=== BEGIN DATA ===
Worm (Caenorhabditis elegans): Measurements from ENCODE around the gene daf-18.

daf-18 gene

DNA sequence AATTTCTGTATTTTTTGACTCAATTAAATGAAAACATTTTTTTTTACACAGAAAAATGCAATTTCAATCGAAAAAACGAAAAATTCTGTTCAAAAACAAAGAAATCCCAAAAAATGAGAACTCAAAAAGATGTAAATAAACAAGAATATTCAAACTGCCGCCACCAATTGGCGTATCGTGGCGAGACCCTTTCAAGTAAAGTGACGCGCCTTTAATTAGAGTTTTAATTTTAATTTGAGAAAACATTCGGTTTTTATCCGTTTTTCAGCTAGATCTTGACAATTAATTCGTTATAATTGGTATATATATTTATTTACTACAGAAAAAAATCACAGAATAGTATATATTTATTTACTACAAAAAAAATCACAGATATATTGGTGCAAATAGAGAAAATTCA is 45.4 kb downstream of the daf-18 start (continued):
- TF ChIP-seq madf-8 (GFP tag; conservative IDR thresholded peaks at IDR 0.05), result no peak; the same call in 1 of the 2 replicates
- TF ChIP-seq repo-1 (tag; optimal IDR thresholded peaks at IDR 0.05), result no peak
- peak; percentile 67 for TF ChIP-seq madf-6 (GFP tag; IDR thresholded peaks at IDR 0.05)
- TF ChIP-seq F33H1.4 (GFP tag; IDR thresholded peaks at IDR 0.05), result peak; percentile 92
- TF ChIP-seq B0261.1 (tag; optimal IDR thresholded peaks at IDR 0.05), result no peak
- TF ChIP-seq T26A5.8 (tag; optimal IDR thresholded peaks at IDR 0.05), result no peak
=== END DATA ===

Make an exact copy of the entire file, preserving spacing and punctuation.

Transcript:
Worm (Caenorhabditis elegans): Measurements from ENCODE around the gene daf-18.

daf-18 gene

DNA sequence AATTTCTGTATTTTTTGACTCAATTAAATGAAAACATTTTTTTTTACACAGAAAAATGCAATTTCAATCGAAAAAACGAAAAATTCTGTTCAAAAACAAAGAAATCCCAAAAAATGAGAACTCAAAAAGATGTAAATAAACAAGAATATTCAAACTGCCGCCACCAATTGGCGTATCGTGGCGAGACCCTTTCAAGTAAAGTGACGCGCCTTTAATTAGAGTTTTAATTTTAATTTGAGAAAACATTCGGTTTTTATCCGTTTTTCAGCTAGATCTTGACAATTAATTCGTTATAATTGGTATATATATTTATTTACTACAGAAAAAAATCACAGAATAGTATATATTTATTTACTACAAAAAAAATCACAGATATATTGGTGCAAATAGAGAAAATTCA is 45.4 kb downstream of the daf-18 start (continued):
- TF ChIP-seq madf-8 (GFP tag; conservative IDR thresholded peaks at IDR 0.05), result no peak; the same call in 1 of the 2 replicates
- TF ChIP-seq repo-1 (tag; optimal IDR thresholded peaks at IDR 0.05), result no peak
- peak; percentile 67 for TF ChIP-seq madf-6 (GFP tag; IDR thresholded peaks at IDR 0.05)
- TF ChIP-seq F33H1.4 (GFP tag; IDR thresholded peaks at IDR 0.05), result peak; percentile 92
- TF ChIP-seq B0261.1 (tag; optimal IDR thresholded peaks at IDR 0.05), result no peak
- TF ChIP-seq T26A5.8 (tag; optimal IDR thresholded peaks at IDR 0.05), result no peak